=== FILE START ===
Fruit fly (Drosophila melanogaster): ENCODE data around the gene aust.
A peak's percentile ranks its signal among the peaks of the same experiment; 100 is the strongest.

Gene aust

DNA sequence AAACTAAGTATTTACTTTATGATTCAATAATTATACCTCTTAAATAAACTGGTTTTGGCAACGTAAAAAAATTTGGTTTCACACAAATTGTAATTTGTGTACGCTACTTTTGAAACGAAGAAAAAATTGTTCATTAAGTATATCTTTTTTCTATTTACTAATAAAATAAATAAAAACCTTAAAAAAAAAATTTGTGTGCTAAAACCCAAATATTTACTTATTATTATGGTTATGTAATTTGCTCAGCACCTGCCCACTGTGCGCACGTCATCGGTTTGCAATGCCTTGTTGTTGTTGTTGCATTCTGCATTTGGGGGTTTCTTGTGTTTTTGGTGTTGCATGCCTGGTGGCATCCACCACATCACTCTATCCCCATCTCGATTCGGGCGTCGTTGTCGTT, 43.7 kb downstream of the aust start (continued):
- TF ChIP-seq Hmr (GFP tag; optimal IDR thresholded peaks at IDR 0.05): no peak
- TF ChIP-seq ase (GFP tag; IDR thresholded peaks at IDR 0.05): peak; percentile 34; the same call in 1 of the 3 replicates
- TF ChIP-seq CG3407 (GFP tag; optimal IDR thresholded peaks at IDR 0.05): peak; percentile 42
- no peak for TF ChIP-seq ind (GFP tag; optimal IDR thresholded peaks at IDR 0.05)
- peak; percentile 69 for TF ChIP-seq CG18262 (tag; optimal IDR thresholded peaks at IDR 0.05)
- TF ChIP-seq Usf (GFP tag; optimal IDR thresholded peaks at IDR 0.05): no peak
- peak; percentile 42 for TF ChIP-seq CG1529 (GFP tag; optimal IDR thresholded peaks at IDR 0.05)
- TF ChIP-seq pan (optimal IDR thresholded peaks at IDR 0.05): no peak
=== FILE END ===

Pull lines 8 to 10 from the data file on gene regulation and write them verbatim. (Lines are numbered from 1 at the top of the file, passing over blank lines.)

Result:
- no peak for TF ChIP-seq ind (GFP tag; optimal IDR thresholded peaks at IDR 0.05)
- peak; percentile 69 for TF ChIP-seq CG18262 (tag; optimal IDR thresholded peaks at IDR 0.05)
- TF ChIP-seq Usf (GFP tag; optimal IDR thresholded peaks at IDR 0.05): no peak